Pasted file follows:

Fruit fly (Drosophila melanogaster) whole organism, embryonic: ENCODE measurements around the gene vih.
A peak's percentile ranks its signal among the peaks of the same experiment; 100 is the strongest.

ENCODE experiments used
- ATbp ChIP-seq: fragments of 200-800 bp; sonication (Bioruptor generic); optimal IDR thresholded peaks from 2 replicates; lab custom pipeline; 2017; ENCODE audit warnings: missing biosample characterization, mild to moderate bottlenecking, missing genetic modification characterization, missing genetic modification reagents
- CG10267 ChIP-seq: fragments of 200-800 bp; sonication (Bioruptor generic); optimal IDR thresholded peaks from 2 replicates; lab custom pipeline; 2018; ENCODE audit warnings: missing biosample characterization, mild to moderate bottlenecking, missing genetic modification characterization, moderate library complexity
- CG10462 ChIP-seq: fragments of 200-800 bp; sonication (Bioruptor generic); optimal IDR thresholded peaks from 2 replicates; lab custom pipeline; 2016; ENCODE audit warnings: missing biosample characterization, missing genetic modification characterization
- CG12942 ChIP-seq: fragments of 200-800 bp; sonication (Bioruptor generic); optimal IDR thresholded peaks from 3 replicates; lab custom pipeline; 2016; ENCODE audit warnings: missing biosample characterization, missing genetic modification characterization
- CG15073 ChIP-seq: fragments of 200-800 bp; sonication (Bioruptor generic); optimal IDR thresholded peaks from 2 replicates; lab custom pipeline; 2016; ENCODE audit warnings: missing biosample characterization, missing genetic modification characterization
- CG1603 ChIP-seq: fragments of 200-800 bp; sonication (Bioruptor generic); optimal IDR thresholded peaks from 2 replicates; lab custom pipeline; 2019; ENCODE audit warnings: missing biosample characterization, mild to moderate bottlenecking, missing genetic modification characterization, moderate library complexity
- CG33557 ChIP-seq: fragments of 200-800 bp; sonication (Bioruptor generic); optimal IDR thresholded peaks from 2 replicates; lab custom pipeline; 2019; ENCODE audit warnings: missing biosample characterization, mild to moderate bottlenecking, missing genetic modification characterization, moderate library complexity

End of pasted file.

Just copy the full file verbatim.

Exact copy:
Fruit fly (Drosophila melanogaster) whole organism, embryonic: ENCODE measurements around the gene vih.
A peak's percentile ranks its signal among the peaks of the same experiment; 100 is the strongest.

ENCODE experiments used
- ATbp ChIP-seq: fragments of 200-800 bp; sonication (Bioruptor generic); optimal IDR thresholded peaks from 2 replicates; lab custom pipeline; 2017; ENCODE audit warnings: missing biosample characterization, mild to moderate bottlenecking, missing genetic modification characterization, missing genetic modification reagents
- CG10267 ChIP-seq: fragments of 200-800 bp; sonication (Bioruptor generic); optimal IDR thresholded peaks from 2 replicates; lab custom pipeline; 2018; ENCODE audit warnings: missing biosample characterization, mild to moderate bottlenecking, missing genetic modification characterization, moderate library complexity
- CG10462 ChIP-seq: fragments of 200-800 bp; sonication (Bioruptor generic); optimal IDR thresholded peaks from 2 replicates; lab custom pipeline; 2016; ENCODE audit warnings: missing biosample characterization, missing genetic modification characterization
- CG12942 ChIP-seq: fragments of 200-800 bp; sonication (Bioruptor generic); optimal IDR thresholded peaks from 3 replicates; lab custom pipeline; 2016; ENCODE audit warnings: missing biosample characterization, missing genetic modification characterization
- CG15073 ChIP-seq: fragments of 200-800 bp; sonication (Bioruptor generic); optimal IDR thresholded peaks from 2 replicates; lab custom pipeline; 2016; ENCODE audit warnings: missing biosample characterization, missing genetic modification characterization
- CG1603 ChIP-seq: fragments of 200-800 bp; sonication (Bioruptor generic); optimal IDR thresholded peaks from 2 replicates; lab custom pipeline; 2019; ENCODE audit warnings: missing biosample characterization, mild to moderate bottlenecking, missing genetic modification characterization, moderate library complexity
- CG33557 ChIP-seq: fragments of 200-800 bp; sonication (Bioruptor generic); optimal IDR thresholded peaks from 2 replicates; lab custom pipeline; 2019; ENCODE audit warnings: missing biosample characterization, mild to moderate bottlenecking, missing genetic modification characterization, moderate library complexity